Enterprising Punjabis

Local industrialists might keep complaining about poor infrastructure and industry woes. But when it comes to the world outside, it is their entrepreneurial spirit they like to talk about and simply refuse to accept any negative outlook about themselves. This was quite clear at a recent conference hosted in the city in which the World Bank portrayed a rather dismal picture of state’s finances — it’s initiatives in growth, the investment climate, infrastructural facilities etc. Soon after the presentations, during the interactive session, a city-based industrialist, when given a chance to put forward his opinion, appeared rather annoyed with this portrayal. Not only did he say that the World Bank should not have presented such a negative picture, he praised the enterprising Punjabi spirit, the available resources and said the city had the capability to give a tough competition to even China. Quite enterprising that is!

— Sentinel



Grant for Indo-Pak Punjab Games may rock MC House 
Tribune News Service

Ludhiana, December 28
The issue of granting Rs 25 lakh for organising of the Indo-Pak Punjab Games in Patiala by the Ludhiana Municipal Corporation may rock the General House meeting of the MC scheduled for tomorrow if one goes by Opposition leaders’ statements.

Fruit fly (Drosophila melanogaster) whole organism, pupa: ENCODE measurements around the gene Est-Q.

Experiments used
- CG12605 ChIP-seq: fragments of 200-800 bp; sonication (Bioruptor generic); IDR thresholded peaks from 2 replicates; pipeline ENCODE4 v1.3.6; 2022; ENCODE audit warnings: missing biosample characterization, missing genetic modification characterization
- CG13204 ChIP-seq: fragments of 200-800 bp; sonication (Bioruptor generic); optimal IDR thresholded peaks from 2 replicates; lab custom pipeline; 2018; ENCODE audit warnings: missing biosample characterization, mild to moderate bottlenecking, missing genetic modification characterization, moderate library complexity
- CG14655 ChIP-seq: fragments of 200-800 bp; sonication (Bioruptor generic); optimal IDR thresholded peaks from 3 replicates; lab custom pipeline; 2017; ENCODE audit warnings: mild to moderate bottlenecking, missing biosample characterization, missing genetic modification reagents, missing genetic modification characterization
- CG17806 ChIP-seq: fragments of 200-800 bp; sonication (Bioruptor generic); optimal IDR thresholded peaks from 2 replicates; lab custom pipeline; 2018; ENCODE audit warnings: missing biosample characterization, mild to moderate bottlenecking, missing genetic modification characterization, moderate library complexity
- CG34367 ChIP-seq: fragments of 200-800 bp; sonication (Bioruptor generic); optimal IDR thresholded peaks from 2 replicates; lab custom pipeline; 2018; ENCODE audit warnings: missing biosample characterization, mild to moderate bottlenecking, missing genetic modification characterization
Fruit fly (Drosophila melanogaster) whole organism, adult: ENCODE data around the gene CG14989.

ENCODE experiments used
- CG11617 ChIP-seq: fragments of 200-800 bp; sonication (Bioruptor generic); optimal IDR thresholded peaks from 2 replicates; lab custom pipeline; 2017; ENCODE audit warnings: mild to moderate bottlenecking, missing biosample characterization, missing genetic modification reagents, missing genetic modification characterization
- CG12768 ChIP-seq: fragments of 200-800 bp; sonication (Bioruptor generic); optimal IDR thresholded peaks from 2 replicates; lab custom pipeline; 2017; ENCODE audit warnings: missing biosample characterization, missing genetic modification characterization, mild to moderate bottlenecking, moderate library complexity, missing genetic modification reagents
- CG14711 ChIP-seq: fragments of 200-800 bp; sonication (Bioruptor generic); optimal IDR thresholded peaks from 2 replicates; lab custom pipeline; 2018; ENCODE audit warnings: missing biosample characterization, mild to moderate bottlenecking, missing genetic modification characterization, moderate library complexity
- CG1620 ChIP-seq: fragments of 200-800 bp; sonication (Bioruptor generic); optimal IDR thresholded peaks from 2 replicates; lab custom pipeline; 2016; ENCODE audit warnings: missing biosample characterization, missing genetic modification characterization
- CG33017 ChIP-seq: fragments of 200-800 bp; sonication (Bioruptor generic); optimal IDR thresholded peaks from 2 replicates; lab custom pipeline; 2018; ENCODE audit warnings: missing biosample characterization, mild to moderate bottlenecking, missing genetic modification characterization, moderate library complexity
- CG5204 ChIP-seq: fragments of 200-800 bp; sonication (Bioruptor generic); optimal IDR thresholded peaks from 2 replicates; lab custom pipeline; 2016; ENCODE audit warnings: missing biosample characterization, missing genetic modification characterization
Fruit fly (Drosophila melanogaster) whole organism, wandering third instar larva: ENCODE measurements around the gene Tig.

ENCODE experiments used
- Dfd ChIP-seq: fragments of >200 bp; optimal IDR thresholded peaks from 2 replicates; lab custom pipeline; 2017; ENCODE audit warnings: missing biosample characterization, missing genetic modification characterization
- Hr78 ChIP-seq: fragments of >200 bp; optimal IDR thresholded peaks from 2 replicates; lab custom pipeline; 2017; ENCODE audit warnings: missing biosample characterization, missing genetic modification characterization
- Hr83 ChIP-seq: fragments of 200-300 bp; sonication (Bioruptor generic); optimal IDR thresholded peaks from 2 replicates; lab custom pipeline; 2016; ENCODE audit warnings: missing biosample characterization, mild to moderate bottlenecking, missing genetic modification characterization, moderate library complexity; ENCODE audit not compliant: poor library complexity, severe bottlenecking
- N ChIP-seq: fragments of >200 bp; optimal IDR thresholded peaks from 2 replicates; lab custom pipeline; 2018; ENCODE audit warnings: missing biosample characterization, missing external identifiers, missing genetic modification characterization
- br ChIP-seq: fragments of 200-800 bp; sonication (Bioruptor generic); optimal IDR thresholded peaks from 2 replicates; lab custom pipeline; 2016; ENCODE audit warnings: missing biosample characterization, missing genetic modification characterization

With the allegation levelled by the Opposition that the MC officials could not give the money without taking up the issue in the House, tomorrow’s meeting is going to feel the heat as far as this issue is concerned.

As many as 12 issues have been decided to be taken up officially in the house. The important ones include night sweeping on seven main entry roads to the city, cleaning of city areas, telling private plot holders to maintain cleanliness on plots and sterilisation of stray dogs.

The direction of the Local Bodies Department asking the local MC to revamp the Park Management Committees (PMCs) by paying them at the rate of 80 paise per sq. feet of maintenance would also be discussed in the meeting. An ambitious plan to interconnect the councillors and all officials of MC through cellphone service provider will also be taken up in the meeting.

The Opposition is claiming that it might raise several other controversial issues in the meeting which might be a stormy affair. They claimed that they would resort to extreme steps if they were not heard.

A number of SAD and BJP councillors met today and decided to spearhead a campaign for declaration of undeclared colonies in the city. Mr Parveen Bansal, leader of the Opposition in the House, said it was ironical that the residents of these colonies were paying house tax to the MC yet most of them were not getting potable water.